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Microfinance and Mobile phones: an economic analysis of the perceptions, management and measurement of environmental risk in rural Kenya



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Vosper, Samuel 


The research compiled in this thesis aims to explore a few core questions related to the perceptions, management and measurement of climate risk within the context of smallholders in Kenya. It makes use of a unique data set comprising of nearly 200,000 adoptions of a pioneering weather index insurance that was bundled with a hybrid seed product and available over several seasons. The first empirical chapter econometrically explores the role of basis risk in the continued uptake of the bundled index insurance product. The findings conclude that localised experience of both positive and negative basis risk compound an uncertainty of the product and consequently stifle demand. This presents evidence to suggest that smallholders do indeed view these products risk mitigating mechanisms rather than investments under balanced reciprocity. The second empirical study, using the same dataset, explores the effect that ‘experimentation’ and ‘learning’, by repeat users of the bundled index insurance product, has on another adaptive agricultural behaviour (changes to sowing timings). This work provides suggestive evidence of ‘learning’ that consequently leads to improved sowing decisions and lower insurance pay-outs for repeated users. This offers some valuable policy insights for the structuring of insurance premiums within these products. The final research project used a sample of the same database of farmers to conduct a large scale field experiment which sought to collect risk preference data in a novel way (via mobile phone). This data is analysed within a pioneering Bayesian modelling framework to track how risk preferences update given changing environmental contexts. The study identifies a notable reduction in risk aversion post-harvest as well as evidence of increased levels of localised risk aversion in more challenging climates and following weather shocks. This work supports an evolutionary model of risk preferences and may also offer applied insights for development practitioners pursuing the effective delivery of risk mitigation mechanisms.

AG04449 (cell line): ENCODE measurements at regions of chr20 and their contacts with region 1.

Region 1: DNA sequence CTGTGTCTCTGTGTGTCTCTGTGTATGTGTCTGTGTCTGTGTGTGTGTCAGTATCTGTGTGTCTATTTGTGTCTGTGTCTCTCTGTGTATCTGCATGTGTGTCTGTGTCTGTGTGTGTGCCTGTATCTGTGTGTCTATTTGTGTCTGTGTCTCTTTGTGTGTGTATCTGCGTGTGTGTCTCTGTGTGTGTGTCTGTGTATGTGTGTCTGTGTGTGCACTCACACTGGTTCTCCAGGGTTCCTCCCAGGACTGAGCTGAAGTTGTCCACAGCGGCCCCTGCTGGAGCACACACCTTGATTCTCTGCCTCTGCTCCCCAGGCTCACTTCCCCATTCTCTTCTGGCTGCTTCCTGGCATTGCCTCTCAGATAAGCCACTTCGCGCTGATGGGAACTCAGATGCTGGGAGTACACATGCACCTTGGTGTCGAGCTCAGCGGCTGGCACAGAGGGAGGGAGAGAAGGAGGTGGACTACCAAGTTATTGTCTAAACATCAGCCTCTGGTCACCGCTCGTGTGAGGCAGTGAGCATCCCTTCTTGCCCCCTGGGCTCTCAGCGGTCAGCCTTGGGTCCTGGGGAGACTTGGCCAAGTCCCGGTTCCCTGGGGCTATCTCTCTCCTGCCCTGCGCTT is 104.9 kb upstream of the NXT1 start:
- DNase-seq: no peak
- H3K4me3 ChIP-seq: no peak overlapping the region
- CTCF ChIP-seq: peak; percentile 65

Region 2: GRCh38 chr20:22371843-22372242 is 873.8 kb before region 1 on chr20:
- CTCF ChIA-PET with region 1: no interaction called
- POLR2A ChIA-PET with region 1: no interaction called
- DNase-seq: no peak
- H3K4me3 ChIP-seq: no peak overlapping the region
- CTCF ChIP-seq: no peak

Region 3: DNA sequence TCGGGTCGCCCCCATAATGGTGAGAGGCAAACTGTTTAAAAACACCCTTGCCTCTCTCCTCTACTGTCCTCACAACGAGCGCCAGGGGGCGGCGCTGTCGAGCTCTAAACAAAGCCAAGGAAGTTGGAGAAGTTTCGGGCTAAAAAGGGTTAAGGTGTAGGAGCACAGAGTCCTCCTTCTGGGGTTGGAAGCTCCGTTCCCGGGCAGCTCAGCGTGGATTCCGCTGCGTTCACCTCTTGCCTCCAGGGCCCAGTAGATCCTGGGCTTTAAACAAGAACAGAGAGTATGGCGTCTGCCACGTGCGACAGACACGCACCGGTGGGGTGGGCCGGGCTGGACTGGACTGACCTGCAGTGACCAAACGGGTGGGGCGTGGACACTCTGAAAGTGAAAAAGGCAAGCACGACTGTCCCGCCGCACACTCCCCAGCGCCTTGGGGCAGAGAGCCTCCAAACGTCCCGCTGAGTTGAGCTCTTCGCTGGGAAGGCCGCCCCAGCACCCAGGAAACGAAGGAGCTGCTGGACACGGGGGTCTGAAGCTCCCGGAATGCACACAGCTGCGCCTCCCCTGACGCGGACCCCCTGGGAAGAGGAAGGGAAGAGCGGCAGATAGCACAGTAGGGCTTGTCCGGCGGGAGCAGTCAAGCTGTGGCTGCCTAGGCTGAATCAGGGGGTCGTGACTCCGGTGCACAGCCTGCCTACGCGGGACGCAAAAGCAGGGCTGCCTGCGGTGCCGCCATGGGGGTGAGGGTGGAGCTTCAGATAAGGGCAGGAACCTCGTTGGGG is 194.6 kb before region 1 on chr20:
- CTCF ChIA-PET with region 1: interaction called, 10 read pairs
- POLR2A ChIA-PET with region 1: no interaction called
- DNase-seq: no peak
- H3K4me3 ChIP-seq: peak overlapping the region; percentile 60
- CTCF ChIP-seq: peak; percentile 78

Larcom, Shaun


Development Economics, Risk Preferences, Environmental Risk, Microfinance, Agricultural Economics


Doctor of Philosophy (PhD)

Awarding Institution

University of Cambridge
Commonwealth Scholarship, Cambridge Trust, Ng Fourth Year PhD Bursary, Cambridge Humanities Research Grant Scheme